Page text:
• All Purchases made this month instantly go into the draw to win a USD $ 100.00 credit to your HoP account.
 
Page: 123
onewheeldave
GOLD Member since Aug 2002

Carpal \'Tunnel
Location: sheffield, United Kingdom

Total posts: 3252
Posted:What do people think about the term 'safety nazi'.

At the risk of being coarse I've got to say that it really gets on my t*ts.

I seem to be seeing it in a lot of posts recently (I won't give examples as it would mean quoting people who I'm sure mean no harm).

The ironic thing is that this term is not being bandied about in the old style way of having a go at people considered to be excessively 'nannying', but by people using it in the sense 'sorry to be a safety nazi, but......" and then going on to put forward an opinion that makes excellent sense and could well save someones life.

On the few occasions in the past when I saw it used against well meaning individuals, it never seemed particularly appropriate to me- it came across more as a cheap insult used by those who couldn't really articulate anything rational to support their point of view.

Now it's not been used in that way anymore (on the parts of the board I frequent anyway), it seems to me that if the well meaning people dropped it's use it could perhaps dissappear forever?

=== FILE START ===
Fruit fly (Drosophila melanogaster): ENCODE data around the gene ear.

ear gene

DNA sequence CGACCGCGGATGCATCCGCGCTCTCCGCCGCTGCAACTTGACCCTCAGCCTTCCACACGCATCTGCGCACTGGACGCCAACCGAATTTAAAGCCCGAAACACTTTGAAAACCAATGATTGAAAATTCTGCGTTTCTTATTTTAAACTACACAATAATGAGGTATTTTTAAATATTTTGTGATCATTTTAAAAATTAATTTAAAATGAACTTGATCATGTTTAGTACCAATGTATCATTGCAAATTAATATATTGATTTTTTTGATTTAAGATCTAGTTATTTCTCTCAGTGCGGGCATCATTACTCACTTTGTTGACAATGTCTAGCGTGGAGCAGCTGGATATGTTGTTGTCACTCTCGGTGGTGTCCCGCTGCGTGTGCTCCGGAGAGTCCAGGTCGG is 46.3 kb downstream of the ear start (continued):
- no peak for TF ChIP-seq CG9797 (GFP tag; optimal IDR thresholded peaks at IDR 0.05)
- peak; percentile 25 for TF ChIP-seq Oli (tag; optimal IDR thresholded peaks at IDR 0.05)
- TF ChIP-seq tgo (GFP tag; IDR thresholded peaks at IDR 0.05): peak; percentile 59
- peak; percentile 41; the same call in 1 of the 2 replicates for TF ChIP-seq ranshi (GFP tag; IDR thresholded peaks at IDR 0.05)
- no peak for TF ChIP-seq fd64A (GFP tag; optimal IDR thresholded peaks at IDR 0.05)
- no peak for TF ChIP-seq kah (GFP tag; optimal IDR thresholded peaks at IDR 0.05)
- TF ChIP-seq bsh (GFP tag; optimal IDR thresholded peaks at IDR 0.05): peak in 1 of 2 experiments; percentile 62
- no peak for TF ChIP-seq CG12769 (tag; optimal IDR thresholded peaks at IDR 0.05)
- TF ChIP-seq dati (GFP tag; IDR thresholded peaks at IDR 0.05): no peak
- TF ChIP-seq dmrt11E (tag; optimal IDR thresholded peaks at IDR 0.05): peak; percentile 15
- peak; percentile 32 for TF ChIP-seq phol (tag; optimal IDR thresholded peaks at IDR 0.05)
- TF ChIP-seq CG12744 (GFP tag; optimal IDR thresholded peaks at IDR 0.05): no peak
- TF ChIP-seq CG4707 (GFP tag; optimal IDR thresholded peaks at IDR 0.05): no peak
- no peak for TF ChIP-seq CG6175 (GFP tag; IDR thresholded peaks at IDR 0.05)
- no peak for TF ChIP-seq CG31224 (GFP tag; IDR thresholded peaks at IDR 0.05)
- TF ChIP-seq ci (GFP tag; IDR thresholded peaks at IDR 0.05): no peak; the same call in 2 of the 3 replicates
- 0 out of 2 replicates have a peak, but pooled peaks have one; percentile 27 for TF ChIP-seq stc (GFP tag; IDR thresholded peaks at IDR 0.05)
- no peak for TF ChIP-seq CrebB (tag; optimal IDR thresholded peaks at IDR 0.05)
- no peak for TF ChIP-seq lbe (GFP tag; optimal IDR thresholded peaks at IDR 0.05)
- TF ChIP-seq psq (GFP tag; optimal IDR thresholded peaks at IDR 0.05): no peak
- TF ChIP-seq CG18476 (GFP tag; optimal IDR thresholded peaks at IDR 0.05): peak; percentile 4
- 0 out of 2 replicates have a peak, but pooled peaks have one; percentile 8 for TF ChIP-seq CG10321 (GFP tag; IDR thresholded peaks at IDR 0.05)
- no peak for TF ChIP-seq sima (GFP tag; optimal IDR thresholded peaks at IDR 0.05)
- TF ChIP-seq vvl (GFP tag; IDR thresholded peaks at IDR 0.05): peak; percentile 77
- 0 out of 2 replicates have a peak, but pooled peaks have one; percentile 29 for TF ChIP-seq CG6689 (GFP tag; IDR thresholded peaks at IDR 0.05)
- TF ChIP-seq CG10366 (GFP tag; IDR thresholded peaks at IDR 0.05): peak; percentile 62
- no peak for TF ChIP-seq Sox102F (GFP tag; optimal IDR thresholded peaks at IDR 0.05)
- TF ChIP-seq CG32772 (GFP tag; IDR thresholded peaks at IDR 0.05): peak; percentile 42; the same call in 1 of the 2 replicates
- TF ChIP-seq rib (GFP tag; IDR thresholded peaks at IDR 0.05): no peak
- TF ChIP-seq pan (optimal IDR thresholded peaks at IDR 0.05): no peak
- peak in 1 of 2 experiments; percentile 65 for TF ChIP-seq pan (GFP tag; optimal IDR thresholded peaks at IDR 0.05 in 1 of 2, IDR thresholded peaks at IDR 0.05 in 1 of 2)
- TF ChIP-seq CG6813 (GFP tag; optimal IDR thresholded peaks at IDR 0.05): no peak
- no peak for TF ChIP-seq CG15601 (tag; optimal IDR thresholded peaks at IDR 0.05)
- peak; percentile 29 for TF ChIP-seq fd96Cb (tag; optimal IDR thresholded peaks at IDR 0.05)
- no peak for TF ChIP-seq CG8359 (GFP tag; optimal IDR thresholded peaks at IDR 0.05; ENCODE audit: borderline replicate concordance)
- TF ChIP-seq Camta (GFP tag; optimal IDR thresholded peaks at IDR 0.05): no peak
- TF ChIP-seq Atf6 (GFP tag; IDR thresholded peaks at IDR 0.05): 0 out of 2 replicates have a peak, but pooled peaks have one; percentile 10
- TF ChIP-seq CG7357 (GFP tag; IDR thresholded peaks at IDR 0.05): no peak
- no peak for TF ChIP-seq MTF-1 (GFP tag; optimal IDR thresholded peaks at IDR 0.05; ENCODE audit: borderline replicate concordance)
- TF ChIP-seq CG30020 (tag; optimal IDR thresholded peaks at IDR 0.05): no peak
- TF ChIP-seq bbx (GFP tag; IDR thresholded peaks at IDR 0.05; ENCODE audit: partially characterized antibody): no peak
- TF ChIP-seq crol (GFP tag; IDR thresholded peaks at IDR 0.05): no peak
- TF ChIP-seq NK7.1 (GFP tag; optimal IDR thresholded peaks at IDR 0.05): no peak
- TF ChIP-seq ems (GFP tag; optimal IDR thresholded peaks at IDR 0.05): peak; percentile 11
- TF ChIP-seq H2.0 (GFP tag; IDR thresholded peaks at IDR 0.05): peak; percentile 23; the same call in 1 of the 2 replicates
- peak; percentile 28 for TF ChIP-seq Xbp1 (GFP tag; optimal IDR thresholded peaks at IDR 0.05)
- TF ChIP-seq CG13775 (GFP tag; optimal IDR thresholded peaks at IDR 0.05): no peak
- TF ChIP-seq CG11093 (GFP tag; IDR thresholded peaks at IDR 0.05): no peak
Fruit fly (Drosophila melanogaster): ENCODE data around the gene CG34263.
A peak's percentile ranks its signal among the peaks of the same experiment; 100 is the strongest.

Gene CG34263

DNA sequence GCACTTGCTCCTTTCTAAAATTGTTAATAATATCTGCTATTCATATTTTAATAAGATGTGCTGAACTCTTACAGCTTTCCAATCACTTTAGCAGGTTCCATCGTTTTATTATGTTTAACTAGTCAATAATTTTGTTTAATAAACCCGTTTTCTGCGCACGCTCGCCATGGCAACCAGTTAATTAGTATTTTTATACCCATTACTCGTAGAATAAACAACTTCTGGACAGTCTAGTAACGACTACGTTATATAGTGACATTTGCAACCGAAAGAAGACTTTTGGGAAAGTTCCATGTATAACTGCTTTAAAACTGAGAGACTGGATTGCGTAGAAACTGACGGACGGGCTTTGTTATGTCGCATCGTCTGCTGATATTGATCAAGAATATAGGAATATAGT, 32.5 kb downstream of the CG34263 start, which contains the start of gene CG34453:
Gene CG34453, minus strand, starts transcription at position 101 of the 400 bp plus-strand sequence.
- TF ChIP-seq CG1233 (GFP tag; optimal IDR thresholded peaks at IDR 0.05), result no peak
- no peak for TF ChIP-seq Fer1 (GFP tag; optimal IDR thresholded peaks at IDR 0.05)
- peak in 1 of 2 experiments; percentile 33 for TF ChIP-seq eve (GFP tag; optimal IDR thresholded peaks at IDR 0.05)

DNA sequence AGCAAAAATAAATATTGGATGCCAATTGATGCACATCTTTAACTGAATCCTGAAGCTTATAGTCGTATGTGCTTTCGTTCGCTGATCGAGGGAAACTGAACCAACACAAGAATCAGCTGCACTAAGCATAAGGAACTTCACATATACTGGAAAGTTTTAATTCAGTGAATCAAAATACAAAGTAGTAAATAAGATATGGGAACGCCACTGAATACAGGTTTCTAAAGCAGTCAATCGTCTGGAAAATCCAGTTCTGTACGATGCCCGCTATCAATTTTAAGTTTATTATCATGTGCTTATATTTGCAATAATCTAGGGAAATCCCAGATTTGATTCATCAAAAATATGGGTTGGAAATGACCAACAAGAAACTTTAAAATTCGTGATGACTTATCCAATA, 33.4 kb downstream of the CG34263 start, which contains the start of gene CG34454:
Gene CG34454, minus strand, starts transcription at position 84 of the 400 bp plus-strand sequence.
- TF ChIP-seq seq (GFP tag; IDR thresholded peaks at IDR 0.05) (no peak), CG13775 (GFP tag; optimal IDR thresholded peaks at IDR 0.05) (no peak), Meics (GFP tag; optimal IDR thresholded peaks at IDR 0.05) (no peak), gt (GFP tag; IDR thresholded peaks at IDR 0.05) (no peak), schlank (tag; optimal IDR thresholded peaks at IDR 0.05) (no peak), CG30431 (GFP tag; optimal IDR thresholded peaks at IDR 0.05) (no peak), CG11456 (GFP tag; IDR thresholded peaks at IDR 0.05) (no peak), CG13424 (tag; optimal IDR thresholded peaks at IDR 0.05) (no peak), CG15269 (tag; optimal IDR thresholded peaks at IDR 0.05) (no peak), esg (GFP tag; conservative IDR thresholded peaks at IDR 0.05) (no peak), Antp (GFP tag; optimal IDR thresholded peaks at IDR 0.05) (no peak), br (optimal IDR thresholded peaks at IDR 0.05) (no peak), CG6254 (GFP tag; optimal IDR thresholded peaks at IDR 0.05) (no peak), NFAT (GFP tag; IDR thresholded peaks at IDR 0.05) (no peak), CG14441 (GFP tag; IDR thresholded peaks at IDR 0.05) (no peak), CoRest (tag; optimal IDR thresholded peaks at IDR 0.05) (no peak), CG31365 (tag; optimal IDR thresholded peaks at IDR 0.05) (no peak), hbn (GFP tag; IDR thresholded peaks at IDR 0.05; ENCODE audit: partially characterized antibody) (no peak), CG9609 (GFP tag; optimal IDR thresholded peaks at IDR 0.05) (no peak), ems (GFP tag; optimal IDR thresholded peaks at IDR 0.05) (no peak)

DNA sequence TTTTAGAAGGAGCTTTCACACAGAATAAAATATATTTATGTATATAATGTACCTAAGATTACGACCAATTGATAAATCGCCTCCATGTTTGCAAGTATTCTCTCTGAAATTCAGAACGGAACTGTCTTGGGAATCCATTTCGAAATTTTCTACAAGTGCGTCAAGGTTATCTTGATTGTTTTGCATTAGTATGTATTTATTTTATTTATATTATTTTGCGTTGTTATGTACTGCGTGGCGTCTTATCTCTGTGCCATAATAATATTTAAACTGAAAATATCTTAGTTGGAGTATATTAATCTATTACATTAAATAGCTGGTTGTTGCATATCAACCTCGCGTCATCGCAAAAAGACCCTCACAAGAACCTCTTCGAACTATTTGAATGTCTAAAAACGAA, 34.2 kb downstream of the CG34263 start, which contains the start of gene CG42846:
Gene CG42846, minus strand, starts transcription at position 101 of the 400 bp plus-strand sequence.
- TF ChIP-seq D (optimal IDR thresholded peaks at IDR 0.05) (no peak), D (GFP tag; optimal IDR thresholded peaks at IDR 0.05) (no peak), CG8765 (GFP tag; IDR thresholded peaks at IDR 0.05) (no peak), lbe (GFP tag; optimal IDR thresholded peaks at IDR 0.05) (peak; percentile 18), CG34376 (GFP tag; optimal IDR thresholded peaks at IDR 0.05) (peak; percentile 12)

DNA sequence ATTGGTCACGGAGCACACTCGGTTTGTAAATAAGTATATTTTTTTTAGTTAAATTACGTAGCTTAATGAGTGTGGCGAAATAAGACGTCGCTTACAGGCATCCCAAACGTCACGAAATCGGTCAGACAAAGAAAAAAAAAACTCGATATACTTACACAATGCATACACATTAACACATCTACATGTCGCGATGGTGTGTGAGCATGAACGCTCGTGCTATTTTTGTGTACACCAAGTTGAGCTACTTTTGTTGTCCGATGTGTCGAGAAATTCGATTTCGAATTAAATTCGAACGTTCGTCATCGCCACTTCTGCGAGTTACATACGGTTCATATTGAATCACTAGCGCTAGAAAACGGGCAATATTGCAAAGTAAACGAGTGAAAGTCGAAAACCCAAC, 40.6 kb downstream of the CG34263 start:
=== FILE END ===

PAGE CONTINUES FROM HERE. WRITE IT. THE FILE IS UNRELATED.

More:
To me, if someones got a good point to make about safety, I'd prefer them to just have the confidence to say it straight- use of 'safety nazi', to me, seems to imply that in some way you're being a bit over fussy.

That's just the way I feel, my opinion, maybe others see some good to the use of the term?


"You can't outrun Death forever.
But you can make the Bastard work for it."

--MAJOR KORGO KORGAR,
"Last of The Lancers"
AFC 32


Educate your self in the Hazards of Fire Breathing STAY SAFE!

Delete Topic

_Clare_
BRONZE Member since Oct 2002

_Clare_

Still wiggling
Location: Belfast, Northern Ireland (UK)

Total posts: 5967
Posted:Wow, I just got censored. U mustn't be able to say sh*t, then

Getting to the other side smile

Delete

vanize
SILVER Member since Aug 2001

vanize

Carpal \'Tunnel
Location: Austin, Texas, USA

Total posts: 3899
Posted:well, I doubt if more than 20 people ever show up to any single austin gathering as well, and the people who do organize a gathering don't go out of their way to tell people about it since too many showing up can quickly get to be too much of an ordeal (requiring too many safety nazis for anyone to be happy).

-v-

Wiederstand ist Zwecklos!

Delete

SpitFire
GOLD Member since Dec 2002

Mand's Girl....and The Not So Shy One
Location: Calgary, Alberta Canada

Total posts: 2723
Posted:and then we don't have more than a couple of people spinning at the same time....we take turns, one to two people max at a time.

Solitude sometimes speaks to you, and you should listen.

Delete

Spanner
BRONZE Member since Feb 2003

Spanner

remembers when it was all fields round here
Location: in the works... somewhere..., ...

Total posts: 2790
Posted:I especially agree with Coleman and Josh here. This is the first time I've read this thread and they've covered most of my stronger feelings on the subject.



The term "safety nazi" makes me cringe. There's so many other words, much more relevant and universally understood, which would suffice frown